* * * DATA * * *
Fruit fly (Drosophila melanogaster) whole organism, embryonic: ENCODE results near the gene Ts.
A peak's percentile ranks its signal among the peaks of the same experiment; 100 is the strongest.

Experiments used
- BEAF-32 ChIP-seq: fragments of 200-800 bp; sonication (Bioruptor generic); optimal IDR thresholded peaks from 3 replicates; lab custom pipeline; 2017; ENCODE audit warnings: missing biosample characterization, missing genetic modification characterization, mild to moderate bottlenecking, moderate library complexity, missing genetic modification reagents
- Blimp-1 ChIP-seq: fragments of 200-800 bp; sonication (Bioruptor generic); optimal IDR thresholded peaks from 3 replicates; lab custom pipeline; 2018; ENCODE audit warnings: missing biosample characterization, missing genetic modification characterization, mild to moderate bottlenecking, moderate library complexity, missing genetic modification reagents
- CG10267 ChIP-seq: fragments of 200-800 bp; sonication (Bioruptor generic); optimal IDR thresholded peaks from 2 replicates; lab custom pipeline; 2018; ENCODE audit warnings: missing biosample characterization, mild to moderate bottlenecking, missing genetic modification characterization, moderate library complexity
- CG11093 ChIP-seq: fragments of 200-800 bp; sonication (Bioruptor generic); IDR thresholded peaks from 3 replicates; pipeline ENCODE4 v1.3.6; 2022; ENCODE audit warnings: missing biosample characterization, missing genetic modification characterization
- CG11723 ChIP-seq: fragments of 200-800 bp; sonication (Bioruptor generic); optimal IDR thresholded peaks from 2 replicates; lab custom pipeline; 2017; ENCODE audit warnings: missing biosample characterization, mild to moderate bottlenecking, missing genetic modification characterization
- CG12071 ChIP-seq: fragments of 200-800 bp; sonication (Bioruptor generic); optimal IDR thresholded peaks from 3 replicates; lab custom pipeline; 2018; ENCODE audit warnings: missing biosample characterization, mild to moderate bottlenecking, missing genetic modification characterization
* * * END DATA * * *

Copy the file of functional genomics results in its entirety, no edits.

Fruit fly (Drosophila melanogaster) whole organism, embryonic: ENCODE results near the gene Ts.
A peak's percentile ranks its signal among the peaks of the same experiment; 100 is the strongest.

Experiments used
- BEAF-32 ChIP-seq: fragments of 200-800 bp; sonication (Bioruptor generic); optimal IDR thresholded peaks from 3 replicates; lab custom pipeline; 2017; ENCODE audit warnings: missing biosample characterization, missing genetic modification characterization, mild to moderate bottlenecking, moderate library complexity, missing genetic modification reagents
- Blimp-1 ChIP-seq: fragments of 200-800 bp; sonication (Bioruptor generic); optimal IDR thresholded peaks from 3 replicates; lab custom pipeline; 2018; ENCODE audit warnings: missing biosample characterization, missing genetic modification characterization, mild to moderate bottlenecking, moderate library complexity, missing genetic modification reagents
- CG10267 ChIP-seq: fragments of 200-800 bp; sonication (Bioruptor generic); optimal IDR thresholded peaks from 2 replicates; lab custom pipeline; 2018; ENCODE audit warnings: missing biosample characterization, mild to moderate bottlenecking, missing genetic modification characterization, moderate library complexity
- CG11093 ChIP-seq: fragments of 200-800 bp; sonication (Bioruptor generic); IDR thresholded peaks from 3 replicates; pipeline ENCODE4 v1.3.6; 2022; ENCODE audit warnings: missing biosample characterization, missing genetic modification characterization
- CG11723 ChIP-seq: fragments of 200-800 bp; sonication (Bioruptor generic); optimal IDR thresholded peaks from 2 replicates; lab custom pipeline; 2017; ENCODE audit warnings: missing biosample characterization, mild to moderate bottlenecking, missing genetic modification characterization
- CG12071 ChIP-seq: fragments of 200-800 bp; sonication (Bioruptor generic); optimal IDR thresholded peaks from 3 replicates; lab custom pipeline; 2018; ENCODE audit warnings: missing biosample characterization, mild to moderate bottlenecking, missing genetic modification characterization